The Basic Approach

        Home Performance with Energy Star is being implemented differently in different parts of the country. However, all of the programs share several key components: a bona fide and fuel-neutral whole-house approach; a home energy inspection and evaluation with a focus on delivering improvements; the use of diagnostic testing and best-practice installations; and quality assurance. The inspection includes a complete visual and diagnostic evaluation of the home’s thermal and mechanical efficiency, including attic,walls, basement, and heating and cooling systems. Diagnostics include air infiltration and duct leak testing, combustion safety testing, and—where possible and appropriate— electric baseload analysis.The inspection is just the beginning and leads to targeted advice on the home’s energy and maintenance programs and an effort to sell the recommended improvements to the homeowner.
        Participating contractors can install any and all of the recommendations on a fee basis. This includes installing energy-efficient lighting products, insulation, windows, and HVAC equipment and performing duct-sealing and air-sealing measures. Alternatively, contractors who do not offer all of the services directly can provide a list of allied contractors, and can help with the coordination of the work.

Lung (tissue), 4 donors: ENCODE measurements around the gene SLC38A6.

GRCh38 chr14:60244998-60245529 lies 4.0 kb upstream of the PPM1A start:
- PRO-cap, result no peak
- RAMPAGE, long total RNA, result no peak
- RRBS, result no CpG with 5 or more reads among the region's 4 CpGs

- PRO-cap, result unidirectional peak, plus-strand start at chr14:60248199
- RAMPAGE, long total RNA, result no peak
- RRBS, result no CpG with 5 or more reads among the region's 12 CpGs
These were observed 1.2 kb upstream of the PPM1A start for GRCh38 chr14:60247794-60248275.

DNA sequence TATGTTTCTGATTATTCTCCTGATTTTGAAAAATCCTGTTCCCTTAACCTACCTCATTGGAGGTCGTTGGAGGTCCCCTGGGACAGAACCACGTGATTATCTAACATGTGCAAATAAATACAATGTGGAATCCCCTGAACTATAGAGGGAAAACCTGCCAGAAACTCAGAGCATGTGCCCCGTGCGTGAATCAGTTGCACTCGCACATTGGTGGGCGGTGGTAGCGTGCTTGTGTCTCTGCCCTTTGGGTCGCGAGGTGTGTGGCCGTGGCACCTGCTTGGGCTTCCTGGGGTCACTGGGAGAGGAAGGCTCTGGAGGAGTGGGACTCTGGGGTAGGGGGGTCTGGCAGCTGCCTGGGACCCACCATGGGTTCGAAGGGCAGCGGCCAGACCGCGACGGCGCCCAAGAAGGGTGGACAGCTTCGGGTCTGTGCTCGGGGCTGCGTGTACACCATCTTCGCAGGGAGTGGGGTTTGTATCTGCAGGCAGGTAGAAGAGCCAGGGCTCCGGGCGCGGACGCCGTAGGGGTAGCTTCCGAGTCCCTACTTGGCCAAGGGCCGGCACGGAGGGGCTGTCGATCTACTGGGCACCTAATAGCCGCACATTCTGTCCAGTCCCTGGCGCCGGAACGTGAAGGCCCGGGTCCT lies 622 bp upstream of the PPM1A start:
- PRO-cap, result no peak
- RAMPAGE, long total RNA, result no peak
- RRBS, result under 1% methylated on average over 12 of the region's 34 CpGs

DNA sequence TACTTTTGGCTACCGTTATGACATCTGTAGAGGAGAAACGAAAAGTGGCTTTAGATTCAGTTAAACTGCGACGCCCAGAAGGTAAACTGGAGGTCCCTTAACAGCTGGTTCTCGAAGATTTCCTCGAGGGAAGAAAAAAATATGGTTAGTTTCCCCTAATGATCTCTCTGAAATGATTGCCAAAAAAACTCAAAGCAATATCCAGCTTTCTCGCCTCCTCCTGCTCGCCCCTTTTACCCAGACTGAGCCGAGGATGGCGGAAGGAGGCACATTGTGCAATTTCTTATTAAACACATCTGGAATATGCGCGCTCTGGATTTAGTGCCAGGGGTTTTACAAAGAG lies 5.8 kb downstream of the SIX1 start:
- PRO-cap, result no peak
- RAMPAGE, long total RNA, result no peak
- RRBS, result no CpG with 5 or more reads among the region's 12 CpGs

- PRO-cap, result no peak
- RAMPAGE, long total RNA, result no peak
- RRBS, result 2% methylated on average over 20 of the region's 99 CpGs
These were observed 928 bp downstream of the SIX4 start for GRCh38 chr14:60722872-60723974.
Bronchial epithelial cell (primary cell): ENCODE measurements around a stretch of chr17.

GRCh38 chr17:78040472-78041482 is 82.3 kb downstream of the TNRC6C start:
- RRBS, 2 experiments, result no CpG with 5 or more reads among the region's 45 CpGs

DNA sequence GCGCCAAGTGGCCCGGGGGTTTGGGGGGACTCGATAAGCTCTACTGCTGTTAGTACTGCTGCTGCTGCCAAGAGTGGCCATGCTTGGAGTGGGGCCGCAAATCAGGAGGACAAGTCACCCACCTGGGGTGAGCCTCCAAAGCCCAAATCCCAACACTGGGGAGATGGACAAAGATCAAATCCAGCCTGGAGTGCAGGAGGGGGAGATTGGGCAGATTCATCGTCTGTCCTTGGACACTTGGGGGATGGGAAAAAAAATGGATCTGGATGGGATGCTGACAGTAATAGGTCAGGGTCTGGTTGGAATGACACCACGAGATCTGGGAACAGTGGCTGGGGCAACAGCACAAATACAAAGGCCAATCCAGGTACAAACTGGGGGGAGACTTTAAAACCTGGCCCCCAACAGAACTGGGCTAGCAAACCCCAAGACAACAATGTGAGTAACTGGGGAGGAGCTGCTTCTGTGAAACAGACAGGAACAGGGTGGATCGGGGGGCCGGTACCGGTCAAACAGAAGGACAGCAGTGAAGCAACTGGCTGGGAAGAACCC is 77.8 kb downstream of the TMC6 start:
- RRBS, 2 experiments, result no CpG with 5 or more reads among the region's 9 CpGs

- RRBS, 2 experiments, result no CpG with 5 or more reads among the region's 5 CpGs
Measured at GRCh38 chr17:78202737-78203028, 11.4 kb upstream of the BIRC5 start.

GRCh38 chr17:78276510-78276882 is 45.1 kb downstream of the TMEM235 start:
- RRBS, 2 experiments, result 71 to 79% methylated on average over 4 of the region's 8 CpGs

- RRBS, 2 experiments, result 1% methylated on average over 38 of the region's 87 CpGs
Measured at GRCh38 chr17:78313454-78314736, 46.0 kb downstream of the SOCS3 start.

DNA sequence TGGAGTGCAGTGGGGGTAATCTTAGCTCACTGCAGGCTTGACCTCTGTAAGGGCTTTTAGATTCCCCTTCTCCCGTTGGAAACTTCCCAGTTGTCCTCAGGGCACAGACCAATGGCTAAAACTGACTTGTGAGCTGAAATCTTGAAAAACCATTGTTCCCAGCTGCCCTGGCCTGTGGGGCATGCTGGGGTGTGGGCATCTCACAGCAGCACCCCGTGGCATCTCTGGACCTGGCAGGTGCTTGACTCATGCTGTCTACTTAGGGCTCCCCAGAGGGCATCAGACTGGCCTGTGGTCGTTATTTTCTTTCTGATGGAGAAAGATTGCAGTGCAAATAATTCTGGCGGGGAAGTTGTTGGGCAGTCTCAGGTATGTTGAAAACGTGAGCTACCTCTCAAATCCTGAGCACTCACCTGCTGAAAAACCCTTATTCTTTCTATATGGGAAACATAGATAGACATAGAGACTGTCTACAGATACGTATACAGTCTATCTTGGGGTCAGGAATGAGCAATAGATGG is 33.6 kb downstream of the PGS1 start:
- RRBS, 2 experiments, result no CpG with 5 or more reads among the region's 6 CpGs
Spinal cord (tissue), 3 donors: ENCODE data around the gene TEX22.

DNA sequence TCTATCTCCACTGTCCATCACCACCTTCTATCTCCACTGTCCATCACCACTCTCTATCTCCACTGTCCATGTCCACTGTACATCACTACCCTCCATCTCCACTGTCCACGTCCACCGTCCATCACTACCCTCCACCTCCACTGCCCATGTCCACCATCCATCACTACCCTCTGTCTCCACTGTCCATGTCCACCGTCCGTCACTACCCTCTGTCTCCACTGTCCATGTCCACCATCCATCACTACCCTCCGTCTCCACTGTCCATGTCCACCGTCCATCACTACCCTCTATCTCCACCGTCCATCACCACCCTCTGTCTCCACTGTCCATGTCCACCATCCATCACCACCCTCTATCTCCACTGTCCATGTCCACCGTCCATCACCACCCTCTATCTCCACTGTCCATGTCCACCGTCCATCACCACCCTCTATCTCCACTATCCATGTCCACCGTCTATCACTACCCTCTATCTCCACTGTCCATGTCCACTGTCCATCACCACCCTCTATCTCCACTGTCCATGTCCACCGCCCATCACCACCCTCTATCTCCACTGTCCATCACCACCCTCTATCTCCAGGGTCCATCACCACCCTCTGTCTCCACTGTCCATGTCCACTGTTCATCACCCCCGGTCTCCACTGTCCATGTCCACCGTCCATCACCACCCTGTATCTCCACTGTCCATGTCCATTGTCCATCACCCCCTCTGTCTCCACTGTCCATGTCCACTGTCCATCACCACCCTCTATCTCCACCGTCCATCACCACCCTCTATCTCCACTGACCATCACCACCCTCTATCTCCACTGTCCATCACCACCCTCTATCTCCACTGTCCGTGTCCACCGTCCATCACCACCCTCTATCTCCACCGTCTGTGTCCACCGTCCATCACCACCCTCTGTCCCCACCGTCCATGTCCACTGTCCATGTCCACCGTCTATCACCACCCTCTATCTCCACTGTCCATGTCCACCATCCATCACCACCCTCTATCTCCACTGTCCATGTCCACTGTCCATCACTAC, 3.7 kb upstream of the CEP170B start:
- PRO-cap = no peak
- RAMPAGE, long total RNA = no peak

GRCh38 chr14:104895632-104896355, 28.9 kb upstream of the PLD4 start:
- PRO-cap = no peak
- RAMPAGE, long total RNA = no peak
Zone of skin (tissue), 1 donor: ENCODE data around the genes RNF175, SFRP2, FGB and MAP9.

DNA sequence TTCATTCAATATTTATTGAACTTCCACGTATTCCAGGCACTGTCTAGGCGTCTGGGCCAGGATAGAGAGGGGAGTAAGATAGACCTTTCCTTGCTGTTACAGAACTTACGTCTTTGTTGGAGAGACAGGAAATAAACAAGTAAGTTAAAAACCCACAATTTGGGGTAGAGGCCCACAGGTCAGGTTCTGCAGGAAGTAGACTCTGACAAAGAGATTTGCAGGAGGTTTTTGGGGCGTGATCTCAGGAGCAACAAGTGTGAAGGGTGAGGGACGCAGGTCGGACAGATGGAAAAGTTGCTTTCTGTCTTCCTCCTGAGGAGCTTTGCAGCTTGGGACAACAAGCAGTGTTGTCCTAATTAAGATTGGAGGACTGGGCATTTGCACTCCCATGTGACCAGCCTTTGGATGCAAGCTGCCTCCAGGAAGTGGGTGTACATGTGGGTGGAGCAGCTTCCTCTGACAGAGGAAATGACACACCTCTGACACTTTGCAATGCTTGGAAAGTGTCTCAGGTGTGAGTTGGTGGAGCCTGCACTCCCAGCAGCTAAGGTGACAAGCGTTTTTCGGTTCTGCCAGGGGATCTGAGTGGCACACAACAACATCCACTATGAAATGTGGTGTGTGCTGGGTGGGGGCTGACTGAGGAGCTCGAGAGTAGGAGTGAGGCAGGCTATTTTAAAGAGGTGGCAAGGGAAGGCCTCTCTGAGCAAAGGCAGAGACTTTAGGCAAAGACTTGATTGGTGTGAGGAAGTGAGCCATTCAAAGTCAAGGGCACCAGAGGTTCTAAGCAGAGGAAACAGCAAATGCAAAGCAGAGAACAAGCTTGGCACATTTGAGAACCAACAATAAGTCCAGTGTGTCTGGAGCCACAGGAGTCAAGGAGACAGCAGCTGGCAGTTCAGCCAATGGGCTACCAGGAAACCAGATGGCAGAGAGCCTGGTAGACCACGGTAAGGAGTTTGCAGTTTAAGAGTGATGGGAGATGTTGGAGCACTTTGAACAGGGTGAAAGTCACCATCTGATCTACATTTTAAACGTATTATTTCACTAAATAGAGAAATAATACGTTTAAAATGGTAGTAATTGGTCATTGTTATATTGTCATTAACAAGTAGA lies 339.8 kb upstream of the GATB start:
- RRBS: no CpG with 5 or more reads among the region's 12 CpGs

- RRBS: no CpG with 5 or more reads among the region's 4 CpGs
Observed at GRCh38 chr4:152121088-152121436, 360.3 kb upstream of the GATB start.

Quality assurance is vital to this effort. Different programs address quality assurance differently, but all programs ensure that the recommendations being made and the work being done are consistent with sound building science principles and industry best practices. Some programs are using the Building Performance Institute (BPI) to certify and accredit contractors. Some are using more familiar inspection protocols after required training. The bottom line is making sure that the work gets done, and that it gets done properly.